Klay Thompson torched the Indiana Pacers for a career-high 60 points on Monday night, but how much further could he have taken his scoring total?
In the Golden State Warriors‘ pummelling of the Pacers, none of Steve Kerr’s starters played more than 29 minutes, and Thompson and Stephen Curry were the only two to hit that benchmark. It was the respectable thing to do by Kerr since Golden State was up 116-83 after three quarters.
The final was 142-106 in favor of the Dubs, and Thompson became the first player in the shot-clock era to score 60 in less than 30 minutes.
Since he played such little minutes, the speculation begins: how many more points could he have scored?
A major reason Thompson was taken out early was because the Pacers couldn’t keep up with the Warriors’ firepower. If they had faced a more potent opponent, like the Houston Rockets, for example, KT would’ve had more time on the floor, and he would’ve come awfully close to Wilt Chamberlain’s record.
When the Big Dipper had his 100-point game back in 1962, he did so by taking 63 shots and 32 free throws in 48 minutes.
Wilt’s average was 2.08 points per minute; Thompson’s was 2.07 on Monday night. If Klay continued at that pace for the rest of the game, he’d finished with 89 points, passing Kobe Bryant and giving him the second-most points in an NBA game.
Of course, that’s just mathematically speaking.
Indiana had loads of trouble trying to contain Thompson, and he was getting shots from all over. Not only did he work off the ball, he routinely leaked out on missed shots and Curry found him a couple of times for some easy buckets. In the halfcourt, Monta Ellis was tasked with checking him and it hardly worked. The movement was too much for the Pacers to defend, and Thompson had his choice of shooting from the perimeter and attacking the basket. He kept it balanced nicely and even threw in a couple of heat check threes just for good measure.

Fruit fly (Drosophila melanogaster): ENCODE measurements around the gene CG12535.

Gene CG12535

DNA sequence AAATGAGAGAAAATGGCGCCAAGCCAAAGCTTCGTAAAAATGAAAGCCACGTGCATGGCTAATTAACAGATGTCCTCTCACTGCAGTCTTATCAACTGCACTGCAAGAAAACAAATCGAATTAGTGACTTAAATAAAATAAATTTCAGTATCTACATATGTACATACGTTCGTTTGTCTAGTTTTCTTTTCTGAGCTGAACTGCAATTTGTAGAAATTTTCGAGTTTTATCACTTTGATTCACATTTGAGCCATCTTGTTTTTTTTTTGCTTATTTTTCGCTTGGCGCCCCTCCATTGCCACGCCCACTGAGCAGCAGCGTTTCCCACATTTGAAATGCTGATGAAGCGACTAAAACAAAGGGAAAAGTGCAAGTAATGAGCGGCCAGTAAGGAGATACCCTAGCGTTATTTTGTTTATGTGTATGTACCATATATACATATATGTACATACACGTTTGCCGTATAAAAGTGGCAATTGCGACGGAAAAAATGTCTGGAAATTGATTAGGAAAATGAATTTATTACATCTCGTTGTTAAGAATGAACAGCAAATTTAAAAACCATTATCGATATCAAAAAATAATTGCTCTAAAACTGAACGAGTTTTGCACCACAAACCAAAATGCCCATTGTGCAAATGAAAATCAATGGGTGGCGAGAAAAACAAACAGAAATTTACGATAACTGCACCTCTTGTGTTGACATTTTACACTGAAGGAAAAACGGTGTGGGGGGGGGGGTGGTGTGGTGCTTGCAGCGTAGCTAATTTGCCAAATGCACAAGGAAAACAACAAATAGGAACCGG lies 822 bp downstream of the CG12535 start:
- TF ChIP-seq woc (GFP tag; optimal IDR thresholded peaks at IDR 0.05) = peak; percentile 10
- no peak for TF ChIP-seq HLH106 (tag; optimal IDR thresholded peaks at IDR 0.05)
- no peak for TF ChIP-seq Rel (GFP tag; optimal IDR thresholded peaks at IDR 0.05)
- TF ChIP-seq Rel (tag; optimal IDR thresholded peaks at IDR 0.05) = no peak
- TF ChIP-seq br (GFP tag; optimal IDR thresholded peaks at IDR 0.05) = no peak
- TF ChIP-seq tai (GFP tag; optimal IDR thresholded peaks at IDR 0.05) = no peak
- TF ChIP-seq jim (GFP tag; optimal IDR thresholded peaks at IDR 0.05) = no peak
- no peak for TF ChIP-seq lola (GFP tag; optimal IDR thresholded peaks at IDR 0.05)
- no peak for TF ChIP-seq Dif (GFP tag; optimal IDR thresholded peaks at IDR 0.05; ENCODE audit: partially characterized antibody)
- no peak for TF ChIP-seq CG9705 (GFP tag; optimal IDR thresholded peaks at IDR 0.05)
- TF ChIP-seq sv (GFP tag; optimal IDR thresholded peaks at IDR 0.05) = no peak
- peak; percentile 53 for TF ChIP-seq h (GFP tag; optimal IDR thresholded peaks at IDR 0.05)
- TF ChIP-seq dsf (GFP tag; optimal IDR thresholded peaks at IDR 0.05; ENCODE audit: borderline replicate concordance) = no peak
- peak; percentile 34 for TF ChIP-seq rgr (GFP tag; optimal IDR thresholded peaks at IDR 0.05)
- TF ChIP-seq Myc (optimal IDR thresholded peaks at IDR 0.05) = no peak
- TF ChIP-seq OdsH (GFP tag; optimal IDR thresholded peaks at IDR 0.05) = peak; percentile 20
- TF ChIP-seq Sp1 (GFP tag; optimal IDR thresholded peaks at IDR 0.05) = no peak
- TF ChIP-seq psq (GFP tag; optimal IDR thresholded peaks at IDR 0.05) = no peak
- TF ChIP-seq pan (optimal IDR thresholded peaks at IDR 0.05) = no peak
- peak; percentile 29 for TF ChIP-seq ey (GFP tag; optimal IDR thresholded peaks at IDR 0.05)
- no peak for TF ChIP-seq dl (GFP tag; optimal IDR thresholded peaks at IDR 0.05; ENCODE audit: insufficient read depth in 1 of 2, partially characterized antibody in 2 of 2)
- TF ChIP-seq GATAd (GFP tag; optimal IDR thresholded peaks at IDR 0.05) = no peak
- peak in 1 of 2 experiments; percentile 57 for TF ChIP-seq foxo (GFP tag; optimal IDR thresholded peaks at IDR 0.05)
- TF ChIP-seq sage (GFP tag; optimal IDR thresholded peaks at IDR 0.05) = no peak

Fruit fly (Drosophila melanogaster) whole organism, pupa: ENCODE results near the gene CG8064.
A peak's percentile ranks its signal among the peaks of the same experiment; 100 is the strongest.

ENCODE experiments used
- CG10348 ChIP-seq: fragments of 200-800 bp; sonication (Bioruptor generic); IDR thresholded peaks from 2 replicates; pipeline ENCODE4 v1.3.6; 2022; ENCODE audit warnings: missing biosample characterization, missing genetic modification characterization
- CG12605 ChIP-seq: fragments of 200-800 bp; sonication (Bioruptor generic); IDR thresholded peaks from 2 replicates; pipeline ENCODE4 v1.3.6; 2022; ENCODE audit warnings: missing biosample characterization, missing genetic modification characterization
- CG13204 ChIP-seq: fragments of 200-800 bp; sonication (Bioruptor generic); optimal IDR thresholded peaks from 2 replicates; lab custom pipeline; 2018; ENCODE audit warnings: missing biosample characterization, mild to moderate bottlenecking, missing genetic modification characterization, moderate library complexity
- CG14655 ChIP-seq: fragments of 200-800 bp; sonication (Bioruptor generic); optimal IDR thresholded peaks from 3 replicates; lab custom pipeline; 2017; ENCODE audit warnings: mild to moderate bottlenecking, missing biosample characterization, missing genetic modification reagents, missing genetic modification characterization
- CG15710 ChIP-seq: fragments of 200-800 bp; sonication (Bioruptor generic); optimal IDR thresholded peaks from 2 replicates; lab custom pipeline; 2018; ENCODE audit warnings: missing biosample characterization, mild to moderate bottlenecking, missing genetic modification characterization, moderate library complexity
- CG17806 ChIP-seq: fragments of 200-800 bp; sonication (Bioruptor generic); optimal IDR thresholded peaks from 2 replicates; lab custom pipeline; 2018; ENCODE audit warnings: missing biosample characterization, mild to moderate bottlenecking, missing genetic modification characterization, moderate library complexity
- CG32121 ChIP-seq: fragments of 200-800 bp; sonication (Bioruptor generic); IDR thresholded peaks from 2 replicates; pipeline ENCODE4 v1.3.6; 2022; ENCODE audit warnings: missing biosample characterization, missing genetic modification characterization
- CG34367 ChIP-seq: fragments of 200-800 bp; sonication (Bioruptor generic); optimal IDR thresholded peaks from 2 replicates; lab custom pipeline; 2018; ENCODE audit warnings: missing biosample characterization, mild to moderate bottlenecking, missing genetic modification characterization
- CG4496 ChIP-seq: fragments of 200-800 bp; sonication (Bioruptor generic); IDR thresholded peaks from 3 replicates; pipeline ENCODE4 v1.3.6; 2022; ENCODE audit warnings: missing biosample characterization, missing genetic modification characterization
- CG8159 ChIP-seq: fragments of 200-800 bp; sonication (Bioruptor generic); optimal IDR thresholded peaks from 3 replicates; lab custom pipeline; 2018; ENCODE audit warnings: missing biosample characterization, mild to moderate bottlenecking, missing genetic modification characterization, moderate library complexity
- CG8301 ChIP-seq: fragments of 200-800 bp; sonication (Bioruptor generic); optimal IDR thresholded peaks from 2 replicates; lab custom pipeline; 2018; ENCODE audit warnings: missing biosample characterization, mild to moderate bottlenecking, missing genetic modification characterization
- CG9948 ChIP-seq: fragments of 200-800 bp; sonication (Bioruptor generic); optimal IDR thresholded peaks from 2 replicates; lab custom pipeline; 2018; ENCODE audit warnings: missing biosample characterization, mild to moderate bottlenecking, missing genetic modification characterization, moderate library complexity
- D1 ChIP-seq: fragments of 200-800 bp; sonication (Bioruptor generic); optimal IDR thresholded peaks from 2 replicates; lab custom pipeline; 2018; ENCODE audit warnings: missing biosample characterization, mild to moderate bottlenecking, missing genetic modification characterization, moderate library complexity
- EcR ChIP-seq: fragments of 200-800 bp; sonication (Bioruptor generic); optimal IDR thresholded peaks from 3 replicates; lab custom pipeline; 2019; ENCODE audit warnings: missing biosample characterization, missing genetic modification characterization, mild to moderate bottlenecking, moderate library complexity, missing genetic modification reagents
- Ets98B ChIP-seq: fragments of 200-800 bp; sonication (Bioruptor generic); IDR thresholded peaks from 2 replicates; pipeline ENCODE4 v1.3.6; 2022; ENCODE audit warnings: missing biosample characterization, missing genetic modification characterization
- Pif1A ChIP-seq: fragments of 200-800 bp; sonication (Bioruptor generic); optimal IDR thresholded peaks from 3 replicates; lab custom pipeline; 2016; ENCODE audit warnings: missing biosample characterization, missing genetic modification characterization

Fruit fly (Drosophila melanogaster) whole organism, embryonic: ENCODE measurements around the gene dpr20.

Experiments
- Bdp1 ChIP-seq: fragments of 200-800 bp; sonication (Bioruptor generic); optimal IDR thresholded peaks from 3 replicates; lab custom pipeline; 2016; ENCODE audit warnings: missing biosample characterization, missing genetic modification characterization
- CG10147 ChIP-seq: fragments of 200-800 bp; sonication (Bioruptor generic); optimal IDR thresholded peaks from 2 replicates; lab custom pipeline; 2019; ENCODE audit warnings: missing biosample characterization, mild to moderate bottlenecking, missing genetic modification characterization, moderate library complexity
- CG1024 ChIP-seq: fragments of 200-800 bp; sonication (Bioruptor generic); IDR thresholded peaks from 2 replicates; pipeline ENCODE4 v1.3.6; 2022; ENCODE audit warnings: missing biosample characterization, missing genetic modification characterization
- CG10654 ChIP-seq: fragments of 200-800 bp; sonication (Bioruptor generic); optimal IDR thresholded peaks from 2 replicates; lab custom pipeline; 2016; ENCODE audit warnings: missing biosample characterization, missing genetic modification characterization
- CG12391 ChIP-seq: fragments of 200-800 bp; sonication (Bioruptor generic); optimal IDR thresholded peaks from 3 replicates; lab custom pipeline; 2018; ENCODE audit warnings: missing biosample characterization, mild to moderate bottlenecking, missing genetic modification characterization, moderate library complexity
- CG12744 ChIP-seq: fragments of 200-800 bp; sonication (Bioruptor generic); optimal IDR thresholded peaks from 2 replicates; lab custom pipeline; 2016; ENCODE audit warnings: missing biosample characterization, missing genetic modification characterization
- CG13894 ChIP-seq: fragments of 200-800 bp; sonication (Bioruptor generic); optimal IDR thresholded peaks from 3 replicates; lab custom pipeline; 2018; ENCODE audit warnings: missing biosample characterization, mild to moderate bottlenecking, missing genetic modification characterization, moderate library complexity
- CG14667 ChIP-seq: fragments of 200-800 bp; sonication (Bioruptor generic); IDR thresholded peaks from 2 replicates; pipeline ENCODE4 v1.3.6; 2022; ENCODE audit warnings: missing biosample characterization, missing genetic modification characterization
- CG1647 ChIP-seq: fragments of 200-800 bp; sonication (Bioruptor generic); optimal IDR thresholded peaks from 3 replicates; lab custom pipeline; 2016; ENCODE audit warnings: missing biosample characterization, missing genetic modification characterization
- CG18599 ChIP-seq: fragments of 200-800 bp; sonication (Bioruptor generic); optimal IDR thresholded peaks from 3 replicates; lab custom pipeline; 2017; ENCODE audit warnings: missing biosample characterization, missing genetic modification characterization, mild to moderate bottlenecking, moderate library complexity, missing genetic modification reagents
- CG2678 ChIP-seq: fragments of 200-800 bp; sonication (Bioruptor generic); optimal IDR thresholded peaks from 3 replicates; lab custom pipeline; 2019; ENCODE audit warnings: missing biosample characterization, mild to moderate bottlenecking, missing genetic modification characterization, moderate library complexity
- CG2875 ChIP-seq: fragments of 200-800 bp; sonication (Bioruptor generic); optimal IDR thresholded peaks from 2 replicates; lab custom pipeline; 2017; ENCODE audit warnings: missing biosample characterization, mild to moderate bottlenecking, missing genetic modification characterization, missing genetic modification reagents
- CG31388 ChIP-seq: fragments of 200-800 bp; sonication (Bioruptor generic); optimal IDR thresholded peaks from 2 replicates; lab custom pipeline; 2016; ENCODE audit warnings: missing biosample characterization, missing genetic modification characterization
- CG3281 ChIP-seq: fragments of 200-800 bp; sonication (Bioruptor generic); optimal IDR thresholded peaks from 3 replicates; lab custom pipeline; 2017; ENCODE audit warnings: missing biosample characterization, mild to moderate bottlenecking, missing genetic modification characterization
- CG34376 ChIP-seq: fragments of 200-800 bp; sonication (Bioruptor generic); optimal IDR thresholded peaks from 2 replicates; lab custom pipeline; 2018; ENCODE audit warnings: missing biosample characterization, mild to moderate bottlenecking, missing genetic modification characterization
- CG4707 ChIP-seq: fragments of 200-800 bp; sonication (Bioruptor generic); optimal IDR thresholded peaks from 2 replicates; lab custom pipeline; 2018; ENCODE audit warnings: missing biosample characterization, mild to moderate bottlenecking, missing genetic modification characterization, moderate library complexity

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If Klay had played the remainder of a competitive game, he’d finish with 43 minutes played and his points per minute average would need to be 2.3 to reach 100. That sounds like a tremendous feat, but Thompson was remarkably close.
When he was finally pulled in the third, his shooting totals looked like this:
- 21-of-33 from the field
- 8-of-14 from three
- 10-of-11 at the line
He’d need 67 points in those 29 minutes to be on pace, and he would’ve got there by nailing two more threes and sinking his one missed free throw before his 29 minutes were up. Thompson has made ten or more threes in a game three times and, with the way he was feeling, he probably would’ve connected on a four-point play.
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